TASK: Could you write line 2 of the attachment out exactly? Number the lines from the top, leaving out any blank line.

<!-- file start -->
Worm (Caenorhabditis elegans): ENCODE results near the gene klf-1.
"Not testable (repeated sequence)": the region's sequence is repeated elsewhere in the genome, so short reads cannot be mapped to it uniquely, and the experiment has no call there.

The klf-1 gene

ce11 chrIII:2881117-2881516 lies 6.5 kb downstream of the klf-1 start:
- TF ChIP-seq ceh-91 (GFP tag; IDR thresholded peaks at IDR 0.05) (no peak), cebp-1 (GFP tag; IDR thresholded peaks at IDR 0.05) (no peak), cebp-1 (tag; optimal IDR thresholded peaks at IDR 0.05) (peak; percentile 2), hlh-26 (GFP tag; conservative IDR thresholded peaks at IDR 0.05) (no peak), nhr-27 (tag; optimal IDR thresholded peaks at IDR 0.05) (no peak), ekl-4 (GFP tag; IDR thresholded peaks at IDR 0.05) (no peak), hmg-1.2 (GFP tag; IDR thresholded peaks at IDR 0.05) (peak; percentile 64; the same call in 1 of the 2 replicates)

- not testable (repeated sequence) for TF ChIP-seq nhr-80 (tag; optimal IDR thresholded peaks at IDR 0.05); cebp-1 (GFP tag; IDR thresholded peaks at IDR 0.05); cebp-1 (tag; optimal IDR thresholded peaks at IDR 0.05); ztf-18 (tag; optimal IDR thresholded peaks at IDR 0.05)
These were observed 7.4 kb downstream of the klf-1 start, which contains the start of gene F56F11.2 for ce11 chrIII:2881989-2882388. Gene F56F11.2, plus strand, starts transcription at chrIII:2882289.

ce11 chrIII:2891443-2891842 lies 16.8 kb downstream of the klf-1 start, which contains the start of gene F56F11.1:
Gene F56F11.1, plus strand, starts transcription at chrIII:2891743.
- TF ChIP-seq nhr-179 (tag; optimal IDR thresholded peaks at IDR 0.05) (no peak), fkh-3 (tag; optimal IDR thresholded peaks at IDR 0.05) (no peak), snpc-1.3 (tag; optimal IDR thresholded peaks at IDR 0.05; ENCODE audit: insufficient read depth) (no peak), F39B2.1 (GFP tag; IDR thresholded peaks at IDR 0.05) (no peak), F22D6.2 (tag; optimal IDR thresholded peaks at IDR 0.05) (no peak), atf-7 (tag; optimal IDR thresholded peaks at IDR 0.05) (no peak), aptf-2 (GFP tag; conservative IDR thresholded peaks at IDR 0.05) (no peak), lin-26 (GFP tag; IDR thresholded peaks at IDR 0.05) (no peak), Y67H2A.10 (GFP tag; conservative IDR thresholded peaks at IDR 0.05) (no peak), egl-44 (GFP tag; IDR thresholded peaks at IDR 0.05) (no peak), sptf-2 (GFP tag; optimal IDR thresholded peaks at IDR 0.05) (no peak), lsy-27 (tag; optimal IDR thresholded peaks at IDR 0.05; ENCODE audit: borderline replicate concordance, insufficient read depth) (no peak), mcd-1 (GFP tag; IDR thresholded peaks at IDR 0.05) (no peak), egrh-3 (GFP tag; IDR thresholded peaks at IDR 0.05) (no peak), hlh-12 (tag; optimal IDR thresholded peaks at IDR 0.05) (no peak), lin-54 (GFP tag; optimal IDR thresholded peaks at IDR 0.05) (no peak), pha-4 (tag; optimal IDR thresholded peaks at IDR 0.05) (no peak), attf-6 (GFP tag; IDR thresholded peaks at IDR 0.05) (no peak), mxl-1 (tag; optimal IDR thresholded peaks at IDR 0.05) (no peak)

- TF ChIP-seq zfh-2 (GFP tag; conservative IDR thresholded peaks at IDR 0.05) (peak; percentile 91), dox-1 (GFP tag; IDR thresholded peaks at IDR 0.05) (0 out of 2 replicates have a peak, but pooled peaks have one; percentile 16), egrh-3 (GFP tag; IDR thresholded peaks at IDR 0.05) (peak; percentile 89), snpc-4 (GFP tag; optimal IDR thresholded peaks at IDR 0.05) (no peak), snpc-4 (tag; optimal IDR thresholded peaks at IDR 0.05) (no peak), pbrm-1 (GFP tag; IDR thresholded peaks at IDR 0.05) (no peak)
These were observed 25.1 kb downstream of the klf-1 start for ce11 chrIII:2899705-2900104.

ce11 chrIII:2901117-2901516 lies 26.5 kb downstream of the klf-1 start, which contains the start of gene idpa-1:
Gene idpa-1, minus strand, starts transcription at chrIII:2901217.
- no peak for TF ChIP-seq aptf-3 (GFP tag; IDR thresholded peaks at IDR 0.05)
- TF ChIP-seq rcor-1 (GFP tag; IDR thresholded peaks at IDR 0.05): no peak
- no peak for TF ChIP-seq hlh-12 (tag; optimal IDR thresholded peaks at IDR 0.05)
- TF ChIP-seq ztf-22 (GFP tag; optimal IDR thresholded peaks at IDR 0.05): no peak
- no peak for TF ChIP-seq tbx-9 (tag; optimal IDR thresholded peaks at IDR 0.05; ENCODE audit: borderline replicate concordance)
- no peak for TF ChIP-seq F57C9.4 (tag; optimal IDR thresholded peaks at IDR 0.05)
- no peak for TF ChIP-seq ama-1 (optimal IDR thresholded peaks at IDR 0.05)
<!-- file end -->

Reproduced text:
"Not testable (repeated sequence)": the region's sequence is repeated elsewhere in the genome, so short reads cannot be mapped to it uniquely, and the experiment has no call there.